As his governorship came to an end, Bronson pushed Brown for a senior position because of his great interest in the company’s nuclear work and his ability to comprehend major threats. “He thinks about existential risk,” Bronson said. Brown, in fact, is a serious thinker on a wide range of topics, from hummingbirds to the meaning of life and death. He studied to be a Jesuit priest but decided to follow in his father’s footsteps in politics. From 1959 until 1967, Edmund “Pat” Brown served as governor of California.

Jerry Brown has a philosophical approach to life and business, typically summarising his thoughts with a Latin phrase or motto. He’s long complained that nuclear weapons and climate change don’t get enough attention in the face of more pressing worries, such as the coronavirus and inflation these days. “We have to have enough bandwidth to look at the big issues because if they get away from us we won’t have the little issues to worry about,” Brown said.

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He cautioned that Republican control of the House of Representatives following this fall’s midterm elections, along with the potential of the Supreme Court limiting the federal government’s ability to regulate greenhouse gas emissions, would increase the likelihood of a climate “catastrophe.” Though Brown has long pondered the planet’s fate, he is now maybe more linked to it than he has ever been. He is powered by the sun and obtains his water from a well. California’s wildfires have grown hotter, more unpredictable, and more catastrophic in recent years as a result of climate change, and Brown’s 2,500-acre (1,012-hectare) property puts him closer to the threat than ever before.

In the fall, he hosts friends to help harvest olives, which he has pressed into oil, and he zips around the property on his ATV examining the trees and flowers, determined to learn their names. He’s provided his land to the California Native Plant Society, entomologists, and forestry and fire experts as a meeting location. Last November, a group of forest specialists issued a statement urging the state to focus on better forest management to reduce the severity of wildfires. Many of their recommendations were similar to those made by Gov. Gavin Newsom’s administration.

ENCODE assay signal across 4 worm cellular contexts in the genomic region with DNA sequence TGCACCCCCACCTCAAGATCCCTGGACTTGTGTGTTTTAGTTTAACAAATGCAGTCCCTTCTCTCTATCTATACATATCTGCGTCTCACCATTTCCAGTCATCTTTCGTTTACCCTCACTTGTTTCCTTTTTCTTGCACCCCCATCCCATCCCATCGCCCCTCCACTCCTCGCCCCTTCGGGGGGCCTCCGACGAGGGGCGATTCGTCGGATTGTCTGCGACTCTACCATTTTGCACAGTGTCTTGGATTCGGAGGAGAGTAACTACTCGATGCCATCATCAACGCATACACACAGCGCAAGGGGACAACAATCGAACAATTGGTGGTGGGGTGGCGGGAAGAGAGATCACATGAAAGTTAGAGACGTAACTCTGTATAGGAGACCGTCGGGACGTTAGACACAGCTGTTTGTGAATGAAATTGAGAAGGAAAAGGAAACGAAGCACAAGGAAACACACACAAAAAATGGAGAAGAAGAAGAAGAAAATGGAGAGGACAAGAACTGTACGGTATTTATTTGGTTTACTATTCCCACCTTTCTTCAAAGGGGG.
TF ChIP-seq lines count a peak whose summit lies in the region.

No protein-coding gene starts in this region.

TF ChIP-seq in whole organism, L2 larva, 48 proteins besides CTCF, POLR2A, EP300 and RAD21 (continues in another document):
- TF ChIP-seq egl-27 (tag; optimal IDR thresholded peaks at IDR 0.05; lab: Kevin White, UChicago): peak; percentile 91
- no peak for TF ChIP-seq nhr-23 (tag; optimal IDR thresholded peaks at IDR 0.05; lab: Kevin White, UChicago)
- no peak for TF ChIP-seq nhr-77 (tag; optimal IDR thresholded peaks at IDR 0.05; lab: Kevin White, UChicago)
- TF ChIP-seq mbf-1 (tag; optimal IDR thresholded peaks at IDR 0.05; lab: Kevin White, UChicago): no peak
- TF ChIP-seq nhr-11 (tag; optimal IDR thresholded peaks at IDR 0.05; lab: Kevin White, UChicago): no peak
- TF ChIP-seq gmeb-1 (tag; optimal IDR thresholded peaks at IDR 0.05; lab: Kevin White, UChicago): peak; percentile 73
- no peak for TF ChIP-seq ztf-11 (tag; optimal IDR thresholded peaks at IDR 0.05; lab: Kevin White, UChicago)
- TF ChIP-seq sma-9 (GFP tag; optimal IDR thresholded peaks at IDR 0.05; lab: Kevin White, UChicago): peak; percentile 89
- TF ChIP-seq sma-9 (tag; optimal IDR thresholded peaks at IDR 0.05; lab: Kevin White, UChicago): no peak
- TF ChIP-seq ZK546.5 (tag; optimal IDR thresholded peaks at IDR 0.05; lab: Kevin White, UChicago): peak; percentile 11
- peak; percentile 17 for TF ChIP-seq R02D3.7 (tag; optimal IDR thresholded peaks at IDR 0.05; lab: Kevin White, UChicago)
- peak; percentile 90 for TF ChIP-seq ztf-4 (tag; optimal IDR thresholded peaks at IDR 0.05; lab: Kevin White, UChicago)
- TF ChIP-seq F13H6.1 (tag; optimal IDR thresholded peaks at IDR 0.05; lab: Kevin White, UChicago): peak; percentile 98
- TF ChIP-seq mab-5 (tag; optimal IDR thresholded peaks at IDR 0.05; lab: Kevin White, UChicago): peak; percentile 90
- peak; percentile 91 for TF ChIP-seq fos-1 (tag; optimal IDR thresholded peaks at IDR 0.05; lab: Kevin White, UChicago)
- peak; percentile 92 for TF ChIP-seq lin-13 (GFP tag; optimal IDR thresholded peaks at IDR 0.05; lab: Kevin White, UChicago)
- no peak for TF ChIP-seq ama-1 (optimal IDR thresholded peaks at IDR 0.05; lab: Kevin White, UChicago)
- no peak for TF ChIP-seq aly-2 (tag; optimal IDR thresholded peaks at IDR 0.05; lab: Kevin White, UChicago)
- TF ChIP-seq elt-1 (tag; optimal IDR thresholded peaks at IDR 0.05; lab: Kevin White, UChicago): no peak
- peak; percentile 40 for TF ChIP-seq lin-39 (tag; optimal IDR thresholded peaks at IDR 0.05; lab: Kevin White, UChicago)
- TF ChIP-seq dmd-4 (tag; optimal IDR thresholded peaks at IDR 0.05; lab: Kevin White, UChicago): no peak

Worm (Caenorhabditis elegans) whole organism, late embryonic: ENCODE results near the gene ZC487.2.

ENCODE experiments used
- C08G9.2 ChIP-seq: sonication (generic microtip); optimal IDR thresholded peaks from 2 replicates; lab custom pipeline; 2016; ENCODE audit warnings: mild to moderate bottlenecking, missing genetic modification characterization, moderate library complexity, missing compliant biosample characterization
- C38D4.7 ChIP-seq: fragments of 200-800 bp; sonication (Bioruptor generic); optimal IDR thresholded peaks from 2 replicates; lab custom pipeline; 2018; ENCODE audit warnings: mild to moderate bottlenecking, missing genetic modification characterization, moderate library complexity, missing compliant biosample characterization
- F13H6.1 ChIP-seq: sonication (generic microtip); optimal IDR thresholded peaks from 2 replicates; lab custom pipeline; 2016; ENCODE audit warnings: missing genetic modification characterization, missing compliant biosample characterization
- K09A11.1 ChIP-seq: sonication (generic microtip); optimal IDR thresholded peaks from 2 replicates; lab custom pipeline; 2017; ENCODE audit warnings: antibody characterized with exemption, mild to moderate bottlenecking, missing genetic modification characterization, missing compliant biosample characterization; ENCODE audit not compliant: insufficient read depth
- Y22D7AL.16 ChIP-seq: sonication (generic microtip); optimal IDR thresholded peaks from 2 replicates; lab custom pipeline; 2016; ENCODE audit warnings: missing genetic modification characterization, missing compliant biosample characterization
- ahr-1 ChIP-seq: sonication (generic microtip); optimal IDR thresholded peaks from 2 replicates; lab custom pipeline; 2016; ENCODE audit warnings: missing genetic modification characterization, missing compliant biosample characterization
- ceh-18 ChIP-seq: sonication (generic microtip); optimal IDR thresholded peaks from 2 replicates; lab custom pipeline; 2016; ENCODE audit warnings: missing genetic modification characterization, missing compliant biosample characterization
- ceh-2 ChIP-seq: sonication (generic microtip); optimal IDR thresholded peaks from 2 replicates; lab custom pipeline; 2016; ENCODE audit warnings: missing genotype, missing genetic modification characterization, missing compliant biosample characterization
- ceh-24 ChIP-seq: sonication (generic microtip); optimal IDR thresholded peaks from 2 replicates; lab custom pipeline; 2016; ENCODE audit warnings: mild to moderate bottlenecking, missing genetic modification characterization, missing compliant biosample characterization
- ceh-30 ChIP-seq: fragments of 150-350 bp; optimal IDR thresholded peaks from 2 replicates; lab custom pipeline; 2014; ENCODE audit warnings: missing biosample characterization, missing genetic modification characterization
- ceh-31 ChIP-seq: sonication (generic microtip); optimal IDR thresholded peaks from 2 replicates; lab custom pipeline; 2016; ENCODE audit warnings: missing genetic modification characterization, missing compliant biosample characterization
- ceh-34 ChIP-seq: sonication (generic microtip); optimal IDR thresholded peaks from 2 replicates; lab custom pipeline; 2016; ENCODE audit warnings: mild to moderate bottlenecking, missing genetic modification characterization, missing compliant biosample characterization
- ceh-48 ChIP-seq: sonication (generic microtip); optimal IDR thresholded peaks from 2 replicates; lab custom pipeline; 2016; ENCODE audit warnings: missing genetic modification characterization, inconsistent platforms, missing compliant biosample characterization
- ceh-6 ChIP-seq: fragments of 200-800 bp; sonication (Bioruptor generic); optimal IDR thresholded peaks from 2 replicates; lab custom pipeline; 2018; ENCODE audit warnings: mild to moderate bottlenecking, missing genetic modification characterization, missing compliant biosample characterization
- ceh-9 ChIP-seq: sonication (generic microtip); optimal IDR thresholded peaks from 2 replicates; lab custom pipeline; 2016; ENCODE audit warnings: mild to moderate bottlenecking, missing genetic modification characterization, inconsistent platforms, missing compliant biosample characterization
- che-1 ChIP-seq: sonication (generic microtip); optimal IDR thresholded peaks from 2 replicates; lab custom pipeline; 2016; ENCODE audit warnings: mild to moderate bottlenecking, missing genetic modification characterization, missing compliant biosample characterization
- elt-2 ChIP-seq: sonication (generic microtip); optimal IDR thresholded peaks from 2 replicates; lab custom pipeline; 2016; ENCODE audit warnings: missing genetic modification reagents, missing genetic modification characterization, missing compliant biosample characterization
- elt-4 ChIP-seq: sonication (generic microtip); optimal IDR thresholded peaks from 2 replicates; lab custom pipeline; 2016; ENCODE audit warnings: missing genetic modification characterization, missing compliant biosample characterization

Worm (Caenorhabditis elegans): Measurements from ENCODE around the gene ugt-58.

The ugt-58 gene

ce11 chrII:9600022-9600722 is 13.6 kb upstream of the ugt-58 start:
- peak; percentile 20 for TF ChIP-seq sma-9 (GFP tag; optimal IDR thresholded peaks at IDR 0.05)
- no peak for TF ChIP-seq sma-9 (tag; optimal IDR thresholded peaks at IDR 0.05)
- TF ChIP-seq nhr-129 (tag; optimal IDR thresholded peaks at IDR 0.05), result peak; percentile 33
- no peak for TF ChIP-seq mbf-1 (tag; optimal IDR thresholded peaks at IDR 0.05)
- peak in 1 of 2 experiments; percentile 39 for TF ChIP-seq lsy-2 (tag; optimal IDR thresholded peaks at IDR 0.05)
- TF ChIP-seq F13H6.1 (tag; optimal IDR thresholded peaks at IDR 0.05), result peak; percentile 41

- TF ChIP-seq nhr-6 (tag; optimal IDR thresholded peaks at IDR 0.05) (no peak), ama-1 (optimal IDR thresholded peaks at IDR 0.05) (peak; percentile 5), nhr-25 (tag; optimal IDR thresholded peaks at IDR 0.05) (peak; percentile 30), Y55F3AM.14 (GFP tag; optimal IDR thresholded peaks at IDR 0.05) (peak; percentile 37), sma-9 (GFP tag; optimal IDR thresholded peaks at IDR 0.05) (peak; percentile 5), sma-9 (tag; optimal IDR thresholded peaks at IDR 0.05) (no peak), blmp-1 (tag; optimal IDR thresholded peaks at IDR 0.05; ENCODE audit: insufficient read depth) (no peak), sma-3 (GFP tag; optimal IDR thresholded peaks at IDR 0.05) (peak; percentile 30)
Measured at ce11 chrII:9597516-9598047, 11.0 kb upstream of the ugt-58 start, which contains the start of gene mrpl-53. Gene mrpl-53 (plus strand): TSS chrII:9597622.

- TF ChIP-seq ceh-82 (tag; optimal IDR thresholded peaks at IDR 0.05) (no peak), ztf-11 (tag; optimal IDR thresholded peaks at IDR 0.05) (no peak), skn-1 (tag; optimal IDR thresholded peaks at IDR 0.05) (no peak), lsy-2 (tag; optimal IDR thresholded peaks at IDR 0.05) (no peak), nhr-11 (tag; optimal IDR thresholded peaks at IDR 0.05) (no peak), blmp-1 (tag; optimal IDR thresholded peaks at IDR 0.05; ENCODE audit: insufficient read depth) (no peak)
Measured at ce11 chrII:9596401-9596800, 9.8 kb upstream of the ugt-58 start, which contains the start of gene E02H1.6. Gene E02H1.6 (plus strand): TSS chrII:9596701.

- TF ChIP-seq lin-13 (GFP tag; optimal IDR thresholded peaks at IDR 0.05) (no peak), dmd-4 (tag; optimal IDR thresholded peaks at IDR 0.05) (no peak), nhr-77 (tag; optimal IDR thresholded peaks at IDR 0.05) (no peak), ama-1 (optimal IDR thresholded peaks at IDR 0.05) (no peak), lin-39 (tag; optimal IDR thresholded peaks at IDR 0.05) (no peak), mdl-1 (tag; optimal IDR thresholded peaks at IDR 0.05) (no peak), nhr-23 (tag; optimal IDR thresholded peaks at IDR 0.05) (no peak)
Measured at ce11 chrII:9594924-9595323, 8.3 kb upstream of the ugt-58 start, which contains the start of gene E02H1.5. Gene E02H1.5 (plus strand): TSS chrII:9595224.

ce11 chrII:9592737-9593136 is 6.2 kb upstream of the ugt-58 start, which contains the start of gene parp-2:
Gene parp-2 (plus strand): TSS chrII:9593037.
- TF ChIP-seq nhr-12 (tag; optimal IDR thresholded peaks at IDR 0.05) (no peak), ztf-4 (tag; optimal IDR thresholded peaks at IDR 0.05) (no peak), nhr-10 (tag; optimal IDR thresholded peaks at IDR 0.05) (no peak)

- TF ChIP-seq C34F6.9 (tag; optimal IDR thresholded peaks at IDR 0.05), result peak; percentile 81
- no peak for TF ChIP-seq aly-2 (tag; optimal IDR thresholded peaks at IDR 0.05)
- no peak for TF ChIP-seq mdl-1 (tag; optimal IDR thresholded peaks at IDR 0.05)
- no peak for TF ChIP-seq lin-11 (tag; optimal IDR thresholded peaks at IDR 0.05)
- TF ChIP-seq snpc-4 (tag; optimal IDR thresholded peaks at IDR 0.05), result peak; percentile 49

Meanwhile, entomologists gathered on the ranch for a two-day planning retreat to discuss how to safeguard California’s insects. According to Dan Gluesenkamp, executive director of the California Institute for Biodiversity and organizer of the retreat, Brown permitted them to scan his land, and two researchers discovered new species — an ant and a beetle. Brown sat down with the scientists for a dinner and grilled them on their findings. He “obviously relished the opportunity to sit around the picnic table for supper and have really tough conversations with the world’s best entomologists,” according to the article “According to Gluesenkamp.

Brown said he recently considered what would have happened if he had won one of his three presidential runs, the most recent in 1992 while sitting outside his home. He made the decision that he would much rather be in Colusa County. “I’m very happy where I am — it’s a very amazing place. I can’t imagine being in a better place,” he said.

He then questioned aloud if he could have avoided the mistakes made by others who went on to become president. Then he soon moved on to wondering why a hummingbird that had captured his sight was flying from tree to tree so swiftly.